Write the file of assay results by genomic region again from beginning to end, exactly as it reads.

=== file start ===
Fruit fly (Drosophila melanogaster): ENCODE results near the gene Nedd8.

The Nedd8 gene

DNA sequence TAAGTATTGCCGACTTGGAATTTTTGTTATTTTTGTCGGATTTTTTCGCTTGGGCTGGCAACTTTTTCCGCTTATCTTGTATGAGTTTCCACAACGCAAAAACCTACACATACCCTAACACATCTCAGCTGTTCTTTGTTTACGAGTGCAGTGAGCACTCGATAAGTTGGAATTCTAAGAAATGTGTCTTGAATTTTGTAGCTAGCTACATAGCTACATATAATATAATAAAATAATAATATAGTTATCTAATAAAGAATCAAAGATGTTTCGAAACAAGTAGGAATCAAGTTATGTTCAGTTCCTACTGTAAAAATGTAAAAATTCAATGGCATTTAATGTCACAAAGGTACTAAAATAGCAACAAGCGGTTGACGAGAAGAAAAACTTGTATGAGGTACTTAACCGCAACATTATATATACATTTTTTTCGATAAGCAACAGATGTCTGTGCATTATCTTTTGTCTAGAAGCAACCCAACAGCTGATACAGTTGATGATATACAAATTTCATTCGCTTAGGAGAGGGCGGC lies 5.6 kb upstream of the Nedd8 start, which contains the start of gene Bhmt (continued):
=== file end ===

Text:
Fruit fly (Drosophila melanogaster): ENCODE results near the gene Nedd8.

The Nedd8 gene

DNA sequence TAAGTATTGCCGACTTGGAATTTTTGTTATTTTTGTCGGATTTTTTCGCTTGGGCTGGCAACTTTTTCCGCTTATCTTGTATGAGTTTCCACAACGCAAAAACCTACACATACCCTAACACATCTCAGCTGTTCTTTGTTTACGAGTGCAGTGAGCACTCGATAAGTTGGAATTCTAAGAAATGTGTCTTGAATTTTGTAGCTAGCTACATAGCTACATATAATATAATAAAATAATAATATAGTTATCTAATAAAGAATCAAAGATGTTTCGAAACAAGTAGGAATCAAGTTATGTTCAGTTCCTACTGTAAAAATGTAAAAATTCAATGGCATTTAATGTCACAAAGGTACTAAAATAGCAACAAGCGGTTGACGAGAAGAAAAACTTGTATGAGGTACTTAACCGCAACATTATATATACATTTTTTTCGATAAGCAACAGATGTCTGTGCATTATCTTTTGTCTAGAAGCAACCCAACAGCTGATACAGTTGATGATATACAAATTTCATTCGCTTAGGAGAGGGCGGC lies 5.6 kb upstream of the Nedd8 start, which contains the start of gene Bhmt (continued):